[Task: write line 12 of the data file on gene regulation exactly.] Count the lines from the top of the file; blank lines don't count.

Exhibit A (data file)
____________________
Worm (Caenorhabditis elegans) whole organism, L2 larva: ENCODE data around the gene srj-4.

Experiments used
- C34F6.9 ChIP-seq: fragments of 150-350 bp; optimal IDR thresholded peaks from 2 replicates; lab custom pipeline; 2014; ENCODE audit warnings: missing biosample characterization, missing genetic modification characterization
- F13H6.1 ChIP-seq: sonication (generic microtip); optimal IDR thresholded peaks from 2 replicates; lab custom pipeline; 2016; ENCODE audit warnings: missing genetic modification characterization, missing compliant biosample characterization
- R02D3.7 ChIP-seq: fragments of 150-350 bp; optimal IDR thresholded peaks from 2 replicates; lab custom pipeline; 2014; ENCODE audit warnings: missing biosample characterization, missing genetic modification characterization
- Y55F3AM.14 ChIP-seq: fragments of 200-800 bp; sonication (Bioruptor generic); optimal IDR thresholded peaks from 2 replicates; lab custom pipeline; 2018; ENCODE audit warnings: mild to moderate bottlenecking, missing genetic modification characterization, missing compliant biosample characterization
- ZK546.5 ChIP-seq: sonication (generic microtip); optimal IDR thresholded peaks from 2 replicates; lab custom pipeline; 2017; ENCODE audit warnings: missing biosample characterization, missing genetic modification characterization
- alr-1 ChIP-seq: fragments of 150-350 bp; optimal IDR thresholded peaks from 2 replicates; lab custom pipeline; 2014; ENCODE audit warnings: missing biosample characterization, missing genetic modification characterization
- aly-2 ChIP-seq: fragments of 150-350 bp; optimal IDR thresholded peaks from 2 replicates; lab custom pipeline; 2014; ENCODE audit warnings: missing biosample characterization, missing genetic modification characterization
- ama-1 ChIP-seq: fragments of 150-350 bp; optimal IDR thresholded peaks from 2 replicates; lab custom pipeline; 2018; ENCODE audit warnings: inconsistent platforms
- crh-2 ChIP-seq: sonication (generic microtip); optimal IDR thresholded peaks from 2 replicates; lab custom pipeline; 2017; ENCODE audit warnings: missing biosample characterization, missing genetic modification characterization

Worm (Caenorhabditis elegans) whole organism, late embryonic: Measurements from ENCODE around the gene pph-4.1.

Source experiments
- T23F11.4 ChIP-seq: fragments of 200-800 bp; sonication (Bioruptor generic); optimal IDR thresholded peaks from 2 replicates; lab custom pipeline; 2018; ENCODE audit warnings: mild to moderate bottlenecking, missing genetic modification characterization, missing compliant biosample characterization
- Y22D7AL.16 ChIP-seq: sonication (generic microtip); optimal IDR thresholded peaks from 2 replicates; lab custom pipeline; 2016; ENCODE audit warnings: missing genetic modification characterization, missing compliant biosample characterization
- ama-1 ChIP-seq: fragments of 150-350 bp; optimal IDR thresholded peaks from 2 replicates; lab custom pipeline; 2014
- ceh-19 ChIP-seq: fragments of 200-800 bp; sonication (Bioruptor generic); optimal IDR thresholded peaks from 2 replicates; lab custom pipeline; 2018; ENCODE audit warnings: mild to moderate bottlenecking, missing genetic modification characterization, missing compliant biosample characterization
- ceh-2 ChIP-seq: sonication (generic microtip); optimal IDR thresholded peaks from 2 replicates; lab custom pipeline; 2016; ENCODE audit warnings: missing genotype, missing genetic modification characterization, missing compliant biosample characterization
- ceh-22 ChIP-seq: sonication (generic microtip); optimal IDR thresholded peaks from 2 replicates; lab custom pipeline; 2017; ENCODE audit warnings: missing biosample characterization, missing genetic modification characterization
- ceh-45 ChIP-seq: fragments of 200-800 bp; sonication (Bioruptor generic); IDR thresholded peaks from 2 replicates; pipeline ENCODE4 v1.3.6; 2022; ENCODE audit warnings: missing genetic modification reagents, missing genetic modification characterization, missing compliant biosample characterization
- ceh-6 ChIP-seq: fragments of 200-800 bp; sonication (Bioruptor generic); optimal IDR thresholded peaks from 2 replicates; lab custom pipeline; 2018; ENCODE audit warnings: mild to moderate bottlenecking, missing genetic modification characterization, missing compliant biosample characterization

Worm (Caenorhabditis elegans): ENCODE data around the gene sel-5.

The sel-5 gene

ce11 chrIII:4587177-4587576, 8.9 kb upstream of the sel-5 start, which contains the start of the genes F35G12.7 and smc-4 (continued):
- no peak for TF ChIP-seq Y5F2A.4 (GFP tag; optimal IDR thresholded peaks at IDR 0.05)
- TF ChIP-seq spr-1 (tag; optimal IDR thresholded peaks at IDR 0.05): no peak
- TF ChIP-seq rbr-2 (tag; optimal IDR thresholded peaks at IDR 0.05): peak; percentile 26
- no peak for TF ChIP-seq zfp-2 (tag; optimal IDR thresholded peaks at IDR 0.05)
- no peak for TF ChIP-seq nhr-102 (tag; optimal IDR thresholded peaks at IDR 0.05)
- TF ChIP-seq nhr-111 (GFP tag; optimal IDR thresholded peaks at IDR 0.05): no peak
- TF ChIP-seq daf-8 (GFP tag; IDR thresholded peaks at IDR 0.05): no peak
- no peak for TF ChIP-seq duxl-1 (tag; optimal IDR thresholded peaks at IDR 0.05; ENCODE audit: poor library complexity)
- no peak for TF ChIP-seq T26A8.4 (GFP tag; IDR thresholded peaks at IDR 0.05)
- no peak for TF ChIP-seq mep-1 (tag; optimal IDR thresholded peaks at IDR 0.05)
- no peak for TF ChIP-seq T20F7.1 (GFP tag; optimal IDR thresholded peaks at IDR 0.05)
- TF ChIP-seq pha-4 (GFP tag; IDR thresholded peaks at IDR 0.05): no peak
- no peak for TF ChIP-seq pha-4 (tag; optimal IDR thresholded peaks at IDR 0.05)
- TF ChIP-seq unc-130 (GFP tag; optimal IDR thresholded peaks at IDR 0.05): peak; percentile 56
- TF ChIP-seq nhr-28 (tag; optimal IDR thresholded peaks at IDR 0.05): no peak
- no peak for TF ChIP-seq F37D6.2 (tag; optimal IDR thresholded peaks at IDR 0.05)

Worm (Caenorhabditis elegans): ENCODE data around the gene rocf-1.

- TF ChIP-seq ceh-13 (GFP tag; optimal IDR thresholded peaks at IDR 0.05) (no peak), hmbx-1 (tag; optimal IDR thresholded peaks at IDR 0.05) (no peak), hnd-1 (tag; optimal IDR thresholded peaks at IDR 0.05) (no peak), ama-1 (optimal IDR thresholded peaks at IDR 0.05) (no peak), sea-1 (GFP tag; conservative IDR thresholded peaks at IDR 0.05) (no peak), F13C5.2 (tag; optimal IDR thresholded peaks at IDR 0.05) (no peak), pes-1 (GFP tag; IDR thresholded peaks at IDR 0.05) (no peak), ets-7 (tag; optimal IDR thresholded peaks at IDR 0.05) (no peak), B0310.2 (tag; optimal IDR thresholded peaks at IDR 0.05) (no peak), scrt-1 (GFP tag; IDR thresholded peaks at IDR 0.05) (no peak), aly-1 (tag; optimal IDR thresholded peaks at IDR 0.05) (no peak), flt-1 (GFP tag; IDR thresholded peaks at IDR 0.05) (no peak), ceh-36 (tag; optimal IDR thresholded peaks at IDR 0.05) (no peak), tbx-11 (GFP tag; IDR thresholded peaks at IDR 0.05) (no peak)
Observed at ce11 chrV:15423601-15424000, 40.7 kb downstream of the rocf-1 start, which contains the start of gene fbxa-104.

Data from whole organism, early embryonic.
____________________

Worm (Caenorhabditis elegans) whole organism, late embryonic: Measurements from ENCODE around the gene pph-4.1.